Obama Reverses Bush Immigration Rule

New legislation will give immigrants facing deportation rights to lawyers

WASHINGTON — The Obama administration on Wednesday reversed a Bush administration rule that immigrants rights groups had criticized as unfair.

Attorney General Eric Holder said he is vacating an order, issued by predecessor Michael Mukasey, which said that immigrants facing deportation do not have an automatic right to an effective lawyer.

Holder said he is also instructing the Justice Department to begin working on a new rule.

Charles Kuck, president of the American Immigration Lawyers Association, called the move "the beginning of the restoration of due process in the immigration system."

Kuck said that Holder's decision "recognizes we can't treat immigrants any differently than ourselves if we expect to receive the same benefits the Constitution provides."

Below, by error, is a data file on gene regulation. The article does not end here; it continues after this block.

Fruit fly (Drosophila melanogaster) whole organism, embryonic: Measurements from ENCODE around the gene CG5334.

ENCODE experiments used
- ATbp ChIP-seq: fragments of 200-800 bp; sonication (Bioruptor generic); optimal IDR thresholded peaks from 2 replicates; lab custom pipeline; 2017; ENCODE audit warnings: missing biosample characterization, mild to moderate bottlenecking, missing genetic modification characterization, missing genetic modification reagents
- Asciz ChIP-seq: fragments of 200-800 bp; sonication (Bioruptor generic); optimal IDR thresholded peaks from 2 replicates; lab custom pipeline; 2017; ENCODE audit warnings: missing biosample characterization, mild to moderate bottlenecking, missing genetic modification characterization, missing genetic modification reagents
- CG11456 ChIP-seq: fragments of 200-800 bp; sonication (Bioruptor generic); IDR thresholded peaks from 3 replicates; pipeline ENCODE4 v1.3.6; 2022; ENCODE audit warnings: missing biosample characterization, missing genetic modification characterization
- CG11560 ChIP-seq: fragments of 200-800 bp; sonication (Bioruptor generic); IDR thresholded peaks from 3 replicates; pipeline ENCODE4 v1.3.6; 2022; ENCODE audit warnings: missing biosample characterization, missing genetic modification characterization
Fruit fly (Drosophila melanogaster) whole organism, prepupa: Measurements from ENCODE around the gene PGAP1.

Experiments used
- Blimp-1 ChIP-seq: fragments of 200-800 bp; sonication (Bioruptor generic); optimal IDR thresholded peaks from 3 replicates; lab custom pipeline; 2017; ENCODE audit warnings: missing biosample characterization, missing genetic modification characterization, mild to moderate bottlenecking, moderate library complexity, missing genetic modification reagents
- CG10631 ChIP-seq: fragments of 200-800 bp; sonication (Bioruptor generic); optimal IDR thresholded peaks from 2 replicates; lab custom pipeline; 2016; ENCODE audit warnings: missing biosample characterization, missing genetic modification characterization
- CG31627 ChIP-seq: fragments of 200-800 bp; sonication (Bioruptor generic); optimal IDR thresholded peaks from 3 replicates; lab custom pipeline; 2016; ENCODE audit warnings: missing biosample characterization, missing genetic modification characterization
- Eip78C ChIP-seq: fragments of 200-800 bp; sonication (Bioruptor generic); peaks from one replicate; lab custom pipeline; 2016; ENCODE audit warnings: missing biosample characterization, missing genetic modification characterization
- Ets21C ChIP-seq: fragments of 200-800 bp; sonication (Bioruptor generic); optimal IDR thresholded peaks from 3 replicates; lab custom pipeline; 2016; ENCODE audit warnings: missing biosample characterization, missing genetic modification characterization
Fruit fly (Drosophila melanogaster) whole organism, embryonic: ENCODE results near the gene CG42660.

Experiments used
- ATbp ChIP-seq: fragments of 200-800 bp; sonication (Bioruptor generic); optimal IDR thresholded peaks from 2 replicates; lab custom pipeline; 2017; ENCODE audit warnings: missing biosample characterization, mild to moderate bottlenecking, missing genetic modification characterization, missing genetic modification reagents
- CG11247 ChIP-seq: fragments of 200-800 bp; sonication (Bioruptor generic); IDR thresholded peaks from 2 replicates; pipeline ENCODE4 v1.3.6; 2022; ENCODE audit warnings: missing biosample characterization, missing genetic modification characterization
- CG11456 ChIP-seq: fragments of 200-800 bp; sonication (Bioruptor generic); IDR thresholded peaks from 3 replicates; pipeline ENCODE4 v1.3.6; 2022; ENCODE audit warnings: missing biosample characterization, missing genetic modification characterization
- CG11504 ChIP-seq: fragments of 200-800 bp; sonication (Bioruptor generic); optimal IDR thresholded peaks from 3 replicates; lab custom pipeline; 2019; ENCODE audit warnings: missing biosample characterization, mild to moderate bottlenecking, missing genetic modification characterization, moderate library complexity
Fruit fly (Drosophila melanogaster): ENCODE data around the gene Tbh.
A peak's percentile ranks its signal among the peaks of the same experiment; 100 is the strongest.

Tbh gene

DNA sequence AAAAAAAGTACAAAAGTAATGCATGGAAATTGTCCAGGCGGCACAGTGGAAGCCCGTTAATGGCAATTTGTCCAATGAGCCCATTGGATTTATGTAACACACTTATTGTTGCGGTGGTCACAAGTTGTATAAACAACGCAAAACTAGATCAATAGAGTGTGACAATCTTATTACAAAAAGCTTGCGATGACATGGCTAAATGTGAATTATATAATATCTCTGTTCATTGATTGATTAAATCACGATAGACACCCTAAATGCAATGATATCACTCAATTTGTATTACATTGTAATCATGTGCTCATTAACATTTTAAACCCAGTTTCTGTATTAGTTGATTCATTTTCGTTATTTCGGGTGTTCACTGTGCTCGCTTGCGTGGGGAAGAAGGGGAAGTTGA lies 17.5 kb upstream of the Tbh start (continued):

Mukasey had issued a 33-page decision in January saying the Constitution does not entitle someone facing deportation to have a case reopened based upon shoddy work by a lawyer. Mukasey also said, however, that Justice Department officials have the discretion to reopen such cases if they choose.

Immigrant rights groups had criticized the Mukasey decision, saying such immigrants subject to deportation are particularly susceptible to fraudsters claiming to do legal work on their behalf.

Copyright AP - Associated Press
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